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The Access Bible New Revised Standard Bible, written and edited with first-time Bible readers in mind.

Reading Guide

Hebrews, which claims to be a “word of exhortation” ( 13.22 ) in the form of a letter ( 13.18–25 ), resembles ancient philosophical essay letters. That is, it is more like an extended presentation of a position or idea than it is like a piece of personal correspondence. It interweaves two themes: (1) the need to remain faithful and (2) the basis for steadfast faith as found in the description of Jesus' death as victim and priest. Jesus' faithfulness, his sharing of our mortal nature, and his obedience learned through suffering qualify him as the ideal model of perseverance and faithfulness. The structure of the document, then, consists of alternating presentation of the themes: (1) the examination of Jesus' death ( 2.10–18; 5.1–10; 7.1–10.18 ), and (2) the exhortation to faithfulness ( 2.1–4; 3.1–4.16; 5.11–6.19; 10.19–39; 12.1–29; 13.1–17 ). Overall, the argument goes as follows:

  • 1. Comparison: superiority of Jesus to angels ( 1.1–14 )

  • 2. Exhortation: the example of Jesus ( 2.1–18 )

  • 3. Exhortation to faithfulness: the example of ancient Israel ( 3.1–4.13 )

  • 4. Main thesis: Jesus as suffering but faithful high priest ( 4.14–5.14 )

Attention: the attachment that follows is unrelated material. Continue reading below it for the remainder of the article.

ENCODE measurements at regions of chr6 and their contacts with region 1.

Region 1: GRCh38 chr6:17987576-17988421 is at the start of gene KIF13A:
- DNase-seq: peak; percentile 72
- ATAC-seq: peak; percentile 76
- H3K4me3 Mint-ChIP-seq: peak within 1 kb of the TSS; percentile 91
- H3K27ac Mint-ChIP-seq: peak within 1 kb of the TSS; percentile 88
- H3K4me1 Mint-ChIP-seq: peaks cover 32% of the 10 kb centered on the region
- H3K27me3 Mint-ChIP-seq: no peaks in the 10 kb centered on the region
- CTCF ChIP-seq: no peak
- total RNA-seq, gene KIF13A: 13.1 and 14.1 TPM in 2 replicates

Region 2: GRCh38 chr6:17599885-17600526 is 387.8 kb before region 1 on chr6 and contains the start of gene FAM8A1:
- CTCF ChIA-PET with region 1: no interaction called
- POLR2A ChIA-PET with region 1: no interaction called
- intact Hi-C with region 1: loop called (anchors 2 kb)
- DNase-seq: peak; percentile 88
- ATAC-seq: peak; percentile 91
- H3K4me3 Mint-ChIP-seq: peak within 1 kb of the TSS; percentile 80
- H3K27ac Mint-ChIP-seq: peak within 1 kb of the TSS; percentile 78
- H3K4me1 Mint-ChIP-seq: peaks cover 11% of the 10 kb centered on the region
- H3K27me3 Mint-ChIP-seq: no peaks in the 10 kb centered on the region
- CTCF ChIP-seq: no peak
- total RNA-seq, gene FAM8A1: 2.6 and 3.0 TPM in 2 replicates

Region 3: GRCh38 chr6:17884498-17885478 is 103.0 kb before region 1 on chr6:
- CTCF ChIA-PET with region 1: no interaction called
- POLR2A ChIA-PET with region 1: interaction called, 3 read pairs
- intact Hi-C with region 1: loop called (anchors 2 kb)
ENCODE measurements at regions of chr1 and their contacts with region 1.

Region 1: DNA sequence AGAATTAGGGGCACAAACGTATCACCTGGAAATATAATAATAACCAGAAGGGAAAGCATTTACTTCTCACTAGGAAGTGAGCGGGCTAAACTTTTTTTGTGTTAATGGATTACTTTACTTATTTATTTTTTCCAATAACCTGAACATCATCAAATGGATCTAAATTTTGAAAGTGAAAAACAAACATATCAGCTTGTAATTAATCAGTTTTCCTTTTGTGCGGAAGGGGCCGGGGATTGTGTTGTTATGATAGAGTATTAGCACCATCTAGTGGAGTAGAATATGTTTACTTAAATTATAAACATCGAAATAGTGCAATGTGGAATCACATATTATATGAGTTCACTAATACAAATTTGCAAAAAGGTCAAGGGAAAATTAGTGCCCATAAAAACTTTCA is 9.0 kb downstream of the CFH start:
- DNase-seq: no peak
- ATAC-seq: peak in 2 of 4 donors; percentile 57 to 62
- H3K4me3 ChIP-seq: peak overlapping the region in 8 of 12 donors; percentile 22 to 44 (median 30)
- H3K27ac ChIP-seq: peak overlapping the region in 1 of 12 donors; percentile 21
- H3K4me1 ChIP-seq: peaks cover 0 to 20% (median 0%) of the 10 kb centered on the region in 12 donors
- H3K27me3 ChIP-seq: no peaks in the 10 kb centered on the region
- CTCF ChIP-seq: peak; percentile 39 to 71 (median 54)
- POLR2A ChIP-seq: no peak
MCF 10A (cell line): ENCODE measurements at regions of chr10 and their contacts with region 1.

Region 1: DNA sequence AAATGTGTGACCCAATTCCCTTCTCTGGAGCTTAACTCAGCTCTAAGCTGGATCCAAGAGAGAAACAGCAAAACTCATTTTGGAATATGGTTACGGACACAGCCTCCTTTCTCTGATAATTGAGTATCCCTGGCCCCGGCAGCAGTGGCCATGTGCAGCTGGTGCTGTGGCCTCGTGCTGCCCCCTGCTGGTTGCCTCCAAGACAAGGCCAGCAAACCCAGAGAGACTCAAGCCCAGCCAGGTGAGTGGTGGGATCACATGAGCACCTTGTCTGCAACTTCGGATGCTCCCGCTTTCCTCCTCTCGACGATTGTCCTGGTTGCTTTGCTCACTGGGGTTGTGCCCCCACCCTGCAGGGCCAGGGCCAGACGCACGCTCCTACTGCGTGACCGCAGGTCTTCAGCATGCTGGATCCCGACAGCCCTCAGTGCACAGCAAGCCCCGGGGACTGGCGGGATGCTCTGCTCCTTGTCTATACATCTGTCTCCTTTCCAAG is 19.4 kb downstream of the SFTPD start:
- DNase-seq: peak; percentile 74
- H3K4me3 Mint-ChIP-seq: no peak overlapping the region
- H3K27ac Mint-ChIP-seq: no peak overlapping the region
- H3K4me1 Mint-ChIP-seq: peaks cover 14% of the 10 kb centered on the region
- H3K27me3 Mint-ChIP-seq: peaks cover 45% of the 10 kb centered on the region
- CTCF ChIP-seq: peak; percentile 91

• 5. Exhortation to mature understanding and faithfulness ( 6.1–20 )

  • 6. Comparison: superiority of Jesus' priesthood to that of Levites

  • 7. Comparison: superiority of the new covenant * through Jesus ( 8.1–13 )

  • 8. Comparison: superiority of Jesus' sacrifice ( 9.1–22 )

  • 9. Comparison: superiority of Jesus' new temple ( 9.23–28 )

  • 10. Comparison: superiority of Jesus' obedience to material sacrifices ( 10.1–18 )

  • 11. Exhortation to faithfulness: hope in the promise

    • A. Holding fast to the confession ( 10.19–39 )
    • B. Witnesses of faith and steadfastness and hope ( 11.1–39 )
  • 12. Exhortation to more general virtues

    • A. Difficulties and discipline require courage ( 12.1–29 )
    • B. Community issues: love, marriage, and authority ( 13.1–19 )